Earlier today, Tom Haberstroh published a story about the NBA’s referee shortage. Some games have been played with only two referees, many others have featured officials from the G-League.
We bring you important updates to that story below. But first, for context, an excerpt:
For Magic coach Steve Clifford, this was a long year before April 22, when he tested positive for COVID.
The result shocked Clifford. For one, he felt fine. No symptoms. Secondly, he had the second dose of his Moderna vaccine the same day he tested positive. The CDC doesn’t consider people fully immunized until two weeks after the second dose, but what were the odds that this wasn’t a false positive? …
When you test positive for COVID, people tend to ask if you know where you could have been exposed.
This is where referees come to mind. Multiple sources with knowledge of the situation tell TrueHoop that one of the referees in the Magic vs. Hawks game on April 20 reported feeling chills during play—and tested positive for COVID-19 after the game. …
The three officials from that game have yet to work since that April 20 game.
It isn’t clear how Clifford got infected with COVID-19. But he shared the court with a referee shortly before his positive test.
Sources close to Clifford say that he has continued to be asymptomatic in isolation and hopes to return to the sidelines soon. Though the vaccine did not prevent Clifford from becoming infected, it may have reduced his chances of hospitalization or severe illness. It may have even saved his life.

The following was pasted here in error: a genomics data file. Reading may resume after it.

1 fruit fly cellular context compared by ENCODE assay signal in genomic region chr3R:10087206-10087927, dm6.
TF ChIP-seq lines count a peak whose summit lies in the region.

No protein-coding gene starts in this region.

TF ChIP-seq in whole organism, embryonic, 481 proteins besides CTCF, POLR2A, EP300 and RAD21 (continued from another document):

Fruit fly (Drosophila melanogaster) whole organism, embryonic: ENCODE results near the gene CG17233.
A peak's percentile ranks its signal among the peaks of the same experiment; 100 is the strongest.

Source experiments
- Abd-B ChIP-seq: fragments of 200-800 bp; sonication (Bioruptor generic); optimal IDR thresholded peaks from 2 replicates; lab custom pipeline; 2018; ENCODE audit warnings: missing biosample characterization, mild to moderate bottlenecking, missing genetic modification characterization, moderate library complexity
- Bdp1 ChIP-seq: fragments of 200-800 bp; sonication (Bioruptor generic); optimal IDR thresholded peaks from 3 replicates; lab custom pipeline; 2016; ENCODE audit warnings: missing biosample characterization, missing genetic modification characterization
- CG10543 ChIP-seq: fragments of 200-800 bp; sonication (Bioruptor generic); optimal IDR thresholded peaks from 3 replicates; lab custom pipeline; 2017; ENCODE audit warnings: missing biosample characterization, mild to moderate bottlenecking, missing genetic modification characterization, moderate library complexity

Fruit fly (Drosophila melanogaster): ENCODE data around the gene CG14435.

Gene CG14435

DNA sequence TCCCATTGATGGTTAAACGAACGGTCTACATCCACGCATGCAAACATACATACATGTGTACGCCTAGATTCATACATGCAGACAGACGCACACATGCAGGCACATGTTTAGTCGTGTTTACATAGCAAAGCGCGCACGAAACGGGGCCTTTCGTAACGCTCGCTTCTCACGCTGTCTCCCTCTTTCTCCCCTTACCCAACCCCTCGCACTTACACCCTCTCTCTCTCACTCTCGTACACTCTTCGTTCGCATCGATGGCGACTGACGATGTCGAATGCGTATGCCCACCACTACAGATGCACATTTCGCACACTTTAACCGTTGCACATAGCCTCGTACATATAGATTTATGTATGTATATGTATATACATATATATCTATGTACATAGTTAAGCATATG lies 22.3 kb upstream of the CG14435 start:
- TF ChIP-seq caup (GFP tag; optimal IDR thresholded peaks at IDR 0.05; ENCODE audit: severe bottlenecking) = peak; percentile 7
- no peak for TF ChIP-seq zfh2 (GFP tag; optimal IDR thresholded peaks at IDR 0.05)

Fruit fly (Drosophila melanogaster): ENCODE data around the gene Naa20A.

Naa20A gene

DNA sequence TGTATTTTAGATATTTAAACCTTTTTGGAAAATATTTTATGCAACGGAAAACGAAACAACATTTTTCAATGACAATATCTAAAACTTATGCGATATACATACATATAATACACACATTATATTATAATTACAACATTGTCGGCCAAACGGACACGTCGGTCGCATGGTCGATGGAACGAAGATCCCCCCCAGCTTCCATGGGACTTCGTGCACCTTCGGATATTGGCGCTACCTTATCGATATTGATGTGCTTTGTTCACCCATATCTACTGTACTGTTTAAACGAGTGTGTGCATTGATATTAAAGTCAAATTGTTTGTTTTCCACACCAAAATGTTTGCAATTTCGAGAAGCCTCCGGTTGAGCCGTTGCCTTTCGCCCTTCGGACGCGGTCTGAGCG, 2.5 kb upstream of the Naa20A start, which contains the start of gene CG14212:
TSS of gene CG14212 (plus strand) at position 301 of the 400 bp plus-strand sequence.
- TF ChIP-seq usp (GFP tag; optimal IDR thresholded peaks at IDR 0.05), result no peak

We have learned a lot more about NBA officials and COVID since publishing this afternoon’s story:
The NBA tells TrueHoop they conduct genomic sequencing (a process of analyzing DNA with the potential to determine how the virus spread) on all positive cases. That means they have the DNA of positive tests from referees, coaches, and players. Sources tell TrueHoop there have been no known or suspected cases of COVID spreading from a referee to any player or team staff member all season.
NBA officials are tested at least once a day. On a game day, an official will take the court after a negative test from the day before, another test from the morning of the game, and a negative “point of care” test before the game.
In a regular season, referees and NBA teams ordinarily do not stay in the same hotels—to avoid the appearance of fraternizing or favoritism. Sources confirm that this season that practice has been suspended, in the name of making the league’s extensive testing easier.
Scott Foster has been out with an injury. Many other absent referees are not working because they are in the league’s health and safety protocols.
Four veteran referees will return to the court in the coming days.
To clarify Monty McCutcheon’s comments to ESPN about inexperienced referees not calling big games: Newer referees, the league says, will not be working games in the playoffs, nor in games in the final week of the season which have playoff implications.
Thank you for reading TrueHoop!